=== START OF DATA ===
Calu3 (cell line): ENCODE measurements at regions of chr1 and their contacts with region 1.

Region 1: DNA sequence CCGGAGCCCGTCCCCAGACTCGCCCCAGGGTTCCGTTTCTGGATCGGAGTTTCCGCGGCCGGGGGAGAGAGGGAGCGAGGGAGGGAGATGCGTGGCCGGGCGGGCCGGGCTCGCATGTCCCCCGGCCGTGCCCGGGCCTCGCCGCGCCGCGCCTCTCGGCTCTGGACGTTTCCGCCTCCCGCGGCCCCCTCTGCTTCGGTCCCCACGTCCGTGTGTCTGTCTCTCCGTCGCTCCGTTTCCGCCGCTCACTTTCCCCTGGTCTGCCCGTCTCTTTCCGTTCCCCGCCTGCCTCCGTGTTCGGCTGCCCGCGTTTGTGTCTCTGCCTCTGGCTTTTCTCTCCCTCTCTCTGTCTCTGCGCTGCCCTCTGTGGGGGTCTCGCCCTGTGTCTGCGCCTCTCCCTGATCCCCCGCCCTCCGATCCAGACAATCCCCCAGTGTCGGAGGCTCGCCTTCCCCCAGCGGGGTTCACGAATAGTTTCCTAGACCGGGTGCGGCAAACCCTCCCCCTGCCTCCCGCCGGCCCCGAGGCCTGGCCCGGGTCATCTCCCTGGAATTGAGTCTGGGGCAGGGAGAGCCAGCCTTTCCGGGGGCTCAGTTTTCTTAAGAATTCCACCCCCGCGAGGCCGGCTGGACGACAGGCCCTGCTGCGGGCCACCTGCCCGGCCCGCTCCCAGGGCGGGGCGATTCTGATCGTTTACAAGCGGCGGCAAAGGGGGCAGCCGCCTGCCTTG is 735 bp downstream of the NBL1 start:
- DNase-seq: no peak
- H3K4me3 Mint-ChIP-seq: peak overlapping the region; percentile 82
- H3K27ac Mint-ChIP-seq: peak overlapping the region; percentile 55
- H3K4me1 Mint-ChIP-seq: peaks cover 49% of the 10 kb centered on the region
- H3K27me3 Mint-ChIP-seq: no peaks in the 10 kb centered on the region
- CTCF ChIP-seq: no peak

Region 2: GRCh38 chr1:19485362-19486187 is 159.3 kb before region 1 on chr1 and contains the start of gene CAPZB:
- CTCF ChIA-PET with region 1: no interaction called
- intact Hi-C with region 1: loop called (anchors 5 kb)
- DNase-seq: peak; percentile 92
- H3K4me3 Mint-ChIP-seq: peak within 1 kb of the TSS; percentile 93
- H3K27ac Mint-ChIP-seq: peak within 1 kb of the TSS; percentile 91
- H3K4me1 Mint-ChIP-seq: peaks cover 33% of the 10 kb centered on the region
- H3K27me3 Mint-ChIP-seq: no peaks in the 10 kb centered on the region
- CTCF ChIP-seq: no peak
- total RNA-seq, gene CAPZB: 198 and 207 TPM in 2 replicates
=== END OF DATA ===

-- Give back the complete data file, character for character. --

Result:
Calu3 (cell line): ENCODE measurements at regions of chr1 and their contacts with region 1.

Region 1: DNA sequence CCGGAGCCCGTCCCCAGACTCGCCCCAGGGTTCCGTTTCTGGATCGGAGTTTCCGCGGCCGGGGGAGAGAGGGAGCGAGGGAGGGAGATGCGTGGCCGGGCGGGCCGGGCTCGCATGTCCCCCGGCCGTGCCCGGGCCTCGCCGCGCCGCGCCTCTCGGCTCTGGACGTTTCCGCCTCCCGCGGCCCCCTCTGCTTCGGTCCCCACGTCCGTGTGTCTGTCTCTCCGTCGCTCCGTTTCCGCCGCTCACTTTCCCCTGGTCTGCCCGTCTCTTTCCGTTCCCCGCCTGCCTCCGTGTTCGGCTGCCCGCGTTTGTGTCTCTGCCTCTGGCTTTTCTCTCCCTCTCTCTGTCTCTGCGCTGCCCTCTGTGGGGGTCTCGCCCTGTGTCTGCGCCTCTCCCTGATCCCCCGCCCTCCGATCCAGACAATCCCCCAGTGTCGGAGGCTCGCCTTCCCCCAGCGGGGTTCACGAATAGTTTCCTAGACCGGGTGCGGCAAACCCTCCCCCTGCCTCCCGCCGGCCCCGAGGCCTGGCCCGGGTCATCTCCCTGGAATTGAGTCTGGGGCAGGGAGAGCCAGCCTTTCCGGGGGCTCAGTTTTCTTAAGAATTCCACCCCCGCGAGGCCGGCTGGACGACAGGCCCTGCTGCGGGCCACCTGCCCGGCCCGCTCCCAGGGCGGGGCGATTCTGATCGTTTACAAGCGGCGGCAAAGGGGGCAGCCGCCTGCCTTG is 735 bp downstream of the NBL1 start:
- DNase-seq: no peak
- H3K4me3 Mint-ChIP-seq: peak overlapping the region; percentile 82
- H3K27ac Mint-ChIP-seq: peak overlapping the region; percentile 55
- H3K4me1 Mint-ChIP-seq: peaks cover 49% of the 10 kb centered on the region
- H3K27me3 Mint-ChIP-seq: no peaks in the 10 kb centered on the region
- CTCF ChIP-seq: no peak

Region 2: GRCh38 chr1:19485362-19486187 is 159.3 kb before region 1 on chr1 and contains the start of gene CAPZB:
- CTCF ChIA-PET with region 1: no interaction called
- intact Hi-C with region 1: loop called (anchors 5 kb)
- DNase-seq: peak; percentile 92
- H3K4me3 Mint-ChIP-seq: peak within 1 kb of the TSS; percentile 93
- H3K27ac Mint-ChIP-seq: peak within 1 kb of the TSS; percentile 91
- H3K4me1 Mint-ChIP-seq: peaks cover 33% of the 10 kb centered on the region
- H3K27me3 Mint-ChIP-seq: no peaks in the 10 kb centered on the region
- CTCF ChIP-seq: no peak
- total RNA-seq, gene CAPZB: 198 and 207 TPM in 2 replicates